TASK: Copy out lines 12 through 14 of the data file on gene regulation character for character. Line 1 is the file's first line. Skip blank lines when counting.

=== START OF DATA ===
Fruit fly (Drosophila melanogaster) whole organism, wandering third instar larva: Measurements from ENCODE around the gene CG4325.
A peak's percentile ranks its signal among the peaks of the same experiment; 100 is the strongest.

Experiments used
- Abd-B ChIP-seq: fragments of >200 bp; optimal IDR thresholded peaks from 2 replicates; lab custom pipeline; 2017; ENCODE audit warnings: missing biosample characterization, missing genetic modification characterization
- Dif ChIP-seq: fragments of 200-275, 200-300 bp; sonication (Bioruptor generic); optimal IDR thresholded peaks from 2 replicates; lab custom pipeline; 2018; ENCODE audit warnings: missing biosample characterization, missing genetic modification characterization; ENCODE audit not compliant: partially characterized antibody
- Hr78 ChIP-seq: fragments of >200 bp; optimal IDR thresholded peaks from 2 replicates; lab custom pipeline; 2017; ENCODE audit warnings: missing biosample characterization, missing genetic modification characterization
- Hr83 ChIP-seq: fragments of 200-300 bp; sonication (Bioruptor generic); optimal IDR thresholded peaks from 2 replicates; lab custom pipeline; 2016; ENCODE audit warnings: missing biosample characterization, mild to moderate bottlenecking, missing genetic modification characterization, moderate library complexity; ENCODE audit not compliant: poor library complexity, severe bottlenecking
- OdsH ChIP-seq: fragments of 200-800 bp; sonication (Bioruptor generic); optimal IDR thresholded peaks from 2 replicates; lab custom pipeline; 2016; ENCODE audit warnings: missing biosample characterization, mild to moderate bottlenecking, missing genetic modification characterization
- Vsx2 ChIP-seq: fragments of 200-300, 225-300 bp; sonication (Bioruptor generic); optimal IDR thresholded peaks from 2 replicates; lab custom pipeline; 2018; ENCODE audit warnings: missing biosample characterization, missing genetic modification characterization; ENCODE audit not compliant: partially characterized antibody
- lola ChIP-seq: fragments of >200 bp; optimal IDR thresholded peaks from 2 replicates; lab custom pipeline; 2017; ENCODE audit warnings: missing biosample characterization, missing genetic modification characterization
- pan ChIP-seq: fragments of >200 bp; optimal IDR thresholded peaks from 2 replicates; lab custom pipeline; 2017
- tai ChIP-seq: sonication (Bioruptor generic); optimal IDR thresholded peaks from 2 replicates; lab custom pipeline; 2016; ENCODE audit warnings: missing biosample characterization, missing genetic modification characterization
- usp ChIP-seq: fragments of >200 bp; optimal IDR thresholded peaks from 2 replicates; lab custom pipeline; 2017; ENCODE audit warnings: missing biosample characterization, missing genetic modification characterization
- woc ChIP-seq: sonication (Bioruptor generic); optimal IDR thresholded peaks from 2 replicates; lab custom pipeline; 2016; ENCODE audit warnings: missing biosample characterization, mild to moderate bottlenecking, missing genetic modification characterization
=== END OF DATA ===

- tai ChIP-seq: sonication (Bioruptor generic); optimal IDR thresholded peaks from 2 replicates; lab custom pipeline; 2016; ENCODE audit warnings: missing biosample characterization, missing genetic modification characterization
- usp ChIP-seq: fragments of >200 bp; optimal IDR thresholded peaks from 2 replicates; lab custom pipeline; 2017; ENCODE audit warnings: missing biosample characterization, missing genetic modification characterization
- woc ChIP-seq: sonication (Bioruptor generic); optimal IDR thresholded peaks from 2 replicates; lab custom pipeline; 2016; ENCODE audit warnings: missing biosample characterization, mild to moderate bottlenecking, missing genetic modification characterization